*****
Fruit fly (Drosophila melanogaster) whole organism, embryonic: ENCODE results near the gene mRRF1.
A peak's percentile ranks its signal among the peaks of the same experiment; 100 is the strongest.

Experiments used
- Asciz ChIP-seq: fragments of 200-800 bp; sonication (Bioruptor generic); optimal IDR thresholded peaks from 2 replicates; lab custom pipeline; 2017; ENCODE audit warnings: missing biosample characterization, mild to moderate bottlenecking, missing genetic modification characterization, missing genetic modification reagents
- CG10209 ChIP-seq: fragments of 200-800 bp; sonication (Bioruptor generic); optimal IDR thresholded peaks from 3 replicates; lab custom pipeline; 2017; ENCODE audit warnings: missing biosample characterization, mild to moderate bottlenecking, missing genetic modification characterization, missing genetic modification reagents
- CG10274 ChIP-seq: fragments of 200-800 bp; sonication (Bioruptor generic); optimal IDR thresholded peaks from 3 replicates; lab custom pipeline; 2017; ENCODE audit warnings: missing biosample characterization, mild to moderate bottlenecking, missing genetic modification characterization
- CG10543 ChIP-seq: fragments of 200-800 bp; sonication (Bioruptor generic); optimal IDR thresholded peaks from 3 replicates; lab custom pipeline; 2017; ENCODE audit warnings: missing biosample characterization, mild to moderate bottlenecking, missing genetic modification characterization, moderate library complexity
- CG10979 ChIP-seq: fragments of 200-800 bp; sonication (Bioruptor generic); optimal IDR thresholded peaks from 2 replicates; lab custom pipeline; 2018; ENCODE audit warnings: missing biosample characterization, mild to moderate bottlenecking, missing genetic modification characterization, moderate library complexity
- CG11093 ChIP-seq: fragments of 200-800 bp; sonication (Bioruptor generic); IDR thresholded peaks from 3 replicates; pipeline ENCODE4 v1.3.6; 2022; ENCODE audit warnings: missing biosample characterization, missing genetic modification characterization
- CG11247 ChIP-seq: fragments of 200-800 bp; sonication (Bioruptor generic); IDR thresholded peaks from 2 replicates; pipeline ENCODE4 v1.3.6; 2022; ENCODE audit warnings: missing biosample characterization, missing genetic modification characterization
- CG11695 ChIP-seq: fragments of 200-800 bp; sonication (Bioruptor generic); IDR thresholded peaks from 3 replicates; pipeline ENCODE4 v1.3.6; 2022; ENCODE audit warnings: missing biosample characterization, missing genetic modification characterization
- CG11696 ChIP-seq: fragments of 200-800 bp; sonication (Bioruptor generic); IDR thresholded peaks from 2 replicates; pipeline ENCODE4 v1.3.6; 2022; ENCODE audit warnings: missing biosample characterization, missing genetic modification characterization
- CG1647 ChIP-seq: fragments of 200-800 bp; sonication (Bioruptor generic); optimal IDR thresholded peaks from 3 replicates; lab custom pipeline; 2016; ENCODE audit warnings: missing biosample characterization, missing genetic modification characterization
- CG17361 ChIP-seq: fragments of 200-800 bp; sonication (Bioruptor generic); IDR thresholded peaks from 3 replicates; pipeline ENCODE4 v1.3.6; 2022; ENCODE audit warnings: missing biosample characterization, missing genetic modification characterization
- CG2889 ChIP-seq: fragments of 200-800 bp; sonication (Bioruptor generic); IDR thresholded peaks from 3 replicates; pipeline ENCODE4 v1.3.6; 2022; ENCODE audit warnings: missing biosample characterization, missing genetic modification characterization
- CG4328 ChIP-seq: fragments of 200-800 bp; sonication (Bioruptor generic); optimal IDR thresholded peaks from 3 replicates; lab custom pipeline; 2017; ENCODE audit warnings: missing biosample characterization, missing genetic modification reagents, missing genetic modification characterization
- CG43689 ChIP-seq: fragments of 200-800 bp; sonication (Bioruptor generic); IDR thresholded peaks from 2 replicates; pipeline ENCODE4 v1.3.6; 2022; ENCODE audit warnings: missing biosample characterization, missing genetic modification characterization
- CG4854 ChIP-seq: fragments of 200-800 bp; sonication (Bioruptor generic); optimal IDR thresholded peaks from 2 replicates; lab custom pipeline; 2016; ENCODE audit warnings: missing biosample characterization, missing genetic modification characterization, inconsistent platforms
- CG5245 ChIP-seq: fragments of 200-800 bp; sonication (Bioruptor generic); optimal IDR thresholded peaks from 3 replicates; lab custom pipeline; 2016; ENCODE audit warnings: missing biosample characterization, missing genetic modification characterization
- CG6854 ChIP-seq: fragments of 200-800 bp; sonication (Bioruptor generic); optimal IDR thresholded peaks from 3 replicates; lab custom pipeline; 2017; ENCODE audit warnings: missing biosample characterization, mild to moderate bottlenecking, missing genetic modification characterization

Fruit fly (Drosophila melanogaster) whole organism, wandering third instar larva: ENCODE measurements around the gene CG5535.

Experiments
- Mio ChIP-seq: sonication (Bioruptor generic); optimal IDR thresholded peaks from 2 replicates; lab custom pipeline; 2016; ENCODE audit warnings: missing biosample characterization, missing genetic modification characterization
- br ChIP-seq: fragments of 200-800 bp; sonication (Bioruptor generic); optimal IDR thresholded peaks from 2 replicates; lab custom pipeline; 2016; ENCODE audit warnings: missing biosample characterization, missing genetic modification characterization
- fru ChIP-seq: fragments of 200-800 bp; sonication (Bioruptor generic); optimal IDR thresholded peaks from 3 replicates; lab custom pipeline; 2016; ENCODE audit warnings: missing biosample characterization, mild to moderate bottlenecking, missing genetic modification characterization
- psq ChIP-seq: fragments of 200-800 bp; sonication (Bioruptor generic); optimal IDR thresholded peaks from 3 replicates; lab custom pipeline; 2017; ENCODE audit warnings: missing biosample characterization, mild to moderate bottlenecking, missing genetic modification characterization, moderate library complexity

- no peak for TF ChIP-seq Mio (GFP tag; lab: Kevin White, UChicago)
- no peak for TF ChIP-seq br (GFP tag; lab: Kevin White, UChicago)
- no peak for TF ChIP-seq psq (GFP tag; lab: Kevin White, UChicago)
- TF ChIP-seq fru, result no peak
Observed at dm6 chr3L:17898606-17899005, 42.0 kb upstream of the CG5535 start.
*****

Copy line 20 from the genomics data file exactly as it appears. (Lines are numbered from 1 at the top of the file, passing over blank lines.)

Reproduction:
- CG6854 ChIP-seq: fragments of 200-800 bp; sonication (Bioruptor generic); optimal IDR thresholded peaks from 3 replicates; lab custom pipeline; 2017; ENCODE audit warnings: missing biosample characterization, mild to moderate bottlenecking, missing genetic modification characterization